Rolling lawns of luscious green grass beckons everyone outdoors, the young, the old, even the business suits. Well-kept lawns give a property a manicured look, showing that it is maintained and cared for. While adequate watering is a crucial element in this endeavour, it is only one aspect of the care that is required for the grass to truly thrive. Here is a look at the other considerations that are necessary for the care and maintenance plan of your turf, especially if you have a sportsfield.
The lawn is made up of three different layers. The luscious, green, healthy layer is at the top. The middle layer is dead and brown. It is mostly made up of roots, shoots and some inorganic elements.The final layer of the turf is the root system which is beneath the ground. This layer is responsible for absorbing water and nutrients from the soil. If the middle layer gets too thick, it can hamper the ability of the root systems to flourish, grow and absorb the water and nutrients that they need.
An overcrowded thatch layer will smother the lawn’s roots, preventing oxygen from penetrating the soil to the detriment of the grass, while it also interferes with water drainage in the soil (it can act like a sponge, trapping water). It also houses harmful organisms and insects that harbour and spread diseases, placing further strain on the health of your lawn. Scarification is one way of addressing this. Simply trim the thatch by cutting the grass quite low down to the ground when you are mowing the lawn, removing the brown layer along with the green top layer. Scarifying is recommended once a year to keep the thatch layer trim and thin. A vertical cutter or a lawnmower can be used for scarification.
Aerated soil can receive air and water while it keeps the thatch layer minimal (because the grass flourishes and stays greener, not adding to the dead layer). This is a fairly simple procedure: Poke holes through the grass that penetrate straight into the soil. This allows compressed soil that has become compacted to loosen and spread out, giving the roots a chance to receive more moisture and nutrients which naturally leads to better growth and healthier grass.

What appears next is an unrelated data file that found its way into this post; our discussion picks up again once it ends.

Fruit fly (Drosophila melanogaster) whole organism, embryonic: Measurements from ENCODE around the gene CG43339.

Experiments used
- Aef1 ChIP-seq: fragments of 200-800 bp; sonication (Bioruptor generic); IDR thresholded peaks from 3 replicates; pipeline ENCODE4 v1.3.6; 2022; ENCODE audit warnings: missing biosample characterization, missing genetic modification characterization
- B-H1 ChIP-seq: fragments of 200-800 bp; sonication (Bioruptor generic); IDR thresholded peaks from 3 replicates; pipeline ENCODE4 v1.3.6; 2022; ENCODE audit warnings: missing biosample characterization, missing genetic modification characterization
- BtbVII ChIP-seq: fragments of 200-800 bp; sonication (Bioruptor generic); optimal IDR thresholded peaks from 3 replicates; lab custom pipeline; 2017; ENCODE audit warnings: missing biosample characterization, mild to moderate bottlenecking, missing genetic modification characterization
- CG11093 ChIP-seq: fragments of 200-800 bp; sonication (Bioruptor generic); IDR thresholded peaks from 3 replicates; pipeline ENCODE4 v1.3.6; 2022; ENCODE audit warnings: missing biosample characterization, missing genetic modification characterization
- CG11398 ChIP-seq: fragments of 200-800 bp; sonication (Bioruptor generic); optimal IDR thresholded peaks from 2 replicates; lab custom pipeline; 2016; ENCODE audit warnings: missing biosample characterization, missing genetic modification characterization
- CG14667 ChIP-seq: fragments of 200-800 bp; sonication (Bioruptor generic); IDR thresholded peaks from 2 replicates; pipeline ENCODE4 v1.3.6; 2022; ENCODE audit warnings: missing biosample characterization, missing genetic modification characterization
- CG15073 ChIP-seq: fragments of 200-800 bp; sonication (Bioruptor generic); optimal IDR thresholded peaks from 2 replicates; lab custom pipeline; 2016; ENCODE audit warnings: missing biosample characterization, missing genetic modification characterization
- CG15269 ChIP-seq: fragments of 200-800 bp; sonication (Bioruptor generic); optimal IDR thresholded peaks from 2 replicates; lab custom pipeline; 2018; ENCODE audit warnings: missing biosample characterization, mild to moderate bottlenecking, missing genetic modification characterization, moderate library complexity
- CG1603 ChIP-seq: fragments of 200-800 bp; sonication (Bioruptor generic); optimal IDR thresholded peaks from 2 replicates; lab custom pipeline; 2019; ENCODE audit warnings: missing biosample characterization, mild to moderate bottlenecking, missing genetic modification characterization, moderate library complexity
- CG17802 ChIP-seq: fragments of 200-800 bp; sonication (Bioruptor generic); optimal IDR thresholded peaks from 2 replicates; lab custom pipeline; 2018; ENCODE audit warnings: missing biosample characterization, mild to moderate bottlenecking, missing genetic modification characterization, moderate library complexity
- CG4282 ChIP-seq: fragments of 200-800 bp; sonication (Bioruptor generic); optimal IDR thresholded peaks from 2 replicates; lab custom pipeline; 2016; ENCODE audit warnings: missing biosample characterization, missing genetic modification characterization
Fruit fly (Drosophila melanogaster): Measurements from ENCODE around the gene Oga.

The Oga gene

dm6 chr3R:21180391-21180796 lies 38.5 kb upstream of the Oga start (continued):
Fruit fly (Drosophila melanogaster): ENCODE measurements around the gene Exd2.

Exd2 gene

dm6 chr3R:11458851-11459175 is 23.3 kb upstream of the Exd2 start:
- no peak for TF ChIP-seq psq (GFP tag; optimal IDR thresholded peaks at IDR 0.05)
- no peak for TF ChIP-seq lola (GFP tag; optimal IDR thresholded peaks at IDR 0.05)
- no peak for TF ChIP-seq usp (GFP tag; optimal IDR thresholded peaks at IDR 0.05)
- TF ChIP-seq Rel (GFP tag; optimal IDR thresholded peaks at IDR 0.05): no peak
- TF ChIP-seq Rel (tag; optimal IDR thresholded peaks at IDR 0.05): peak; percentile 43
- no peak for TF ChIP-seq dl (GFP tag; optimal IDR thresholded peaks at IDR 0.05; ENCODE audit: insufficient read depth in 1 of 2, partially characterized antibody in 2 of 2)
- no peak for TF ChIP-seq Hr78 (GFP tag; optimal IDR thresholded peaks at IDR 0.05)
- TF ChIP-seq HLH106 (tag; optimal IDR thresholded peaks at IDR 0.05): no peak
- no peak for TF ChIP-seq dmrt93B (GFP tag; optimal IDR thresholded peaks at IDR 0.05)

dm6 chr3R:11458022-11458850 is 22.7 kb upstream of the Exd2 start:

Providing nutrient-dense soil for your turf can be a challenge if the lawn is already established. This is why topdressing can be so helpful in addressing a number of challenges, and it can be implemented without harming the established grass if it is done with care, which is especially valuable to those who require even terrain for a sports field. Topdressing can resolve problems like uneven terrain, rehabilitation of settling soil (when water particles between soil particles decreases) which also improves the soil drainage, repairs areas with chemical and heat-stress related dry spots, while it boosts the fertility of the soil, minimising the need for fertilisers.
Topdress your turf with specialised products or lawn soil. Using a tool that is heavy but gentle like a rake, you can slowly spread the mixture over the grass. Spread it evenly until the blades of grass become visible from under the compost/lawn soil. Be sure to add more compost/lawn soil to areas that are lower to help create an even surface. This technique is best done after you have created aeration holes in the grass because it allows the compost/soil mixture to penetrate the soil via the aeration holes without causing compression.
Basically, an aggressive way to aerate the soil, hollotining or hollow coring, addresses an overgrown thatch layer in the grass by allowing the compacted soil to expand. This allows better drainage and a more efficient supply of oxygen to reach the roots of the grass. Hollotining is typically done by those with sports grounds, like golf courses. A smooth, even turf with minimal thatch layers helps to create a better surface for the sport. It also creates a visually appealing smoothness to the lawn.
Hollotining is done by removing cores of earth and turf about 13mm-16mm in diameter. The depth of the cores is determined by the reason for tining. The cores of soil and turf that are removed in the hollotining process are ejected from the ground, gathered and can be used for compost or disposed of. The holes that are left in the ground can be filled with growing medium for lawn, or they can be left bare. Hollotining is labour intensive and costly, but extremely effective at rapidly providing aeration to an area. This technique is highly recommended for grounds that frequently take a beating, like rugby fields.
As we see here, effective hydration, aeration, and a balance of the right nutrition are all important in building and maintaining the health of the soil. All of these elements are greatly enhanced when the layer of thatch in the grass is kept to a minimal level. Caring for your turf can be a challenging and costly task in property management. Allowing a landscape professional to keep your lawn luscious, thick, green and welcoming is what our business loves to do. Contact FSG here for any property, landscaping and lawn-related management, we love to hear from our readers.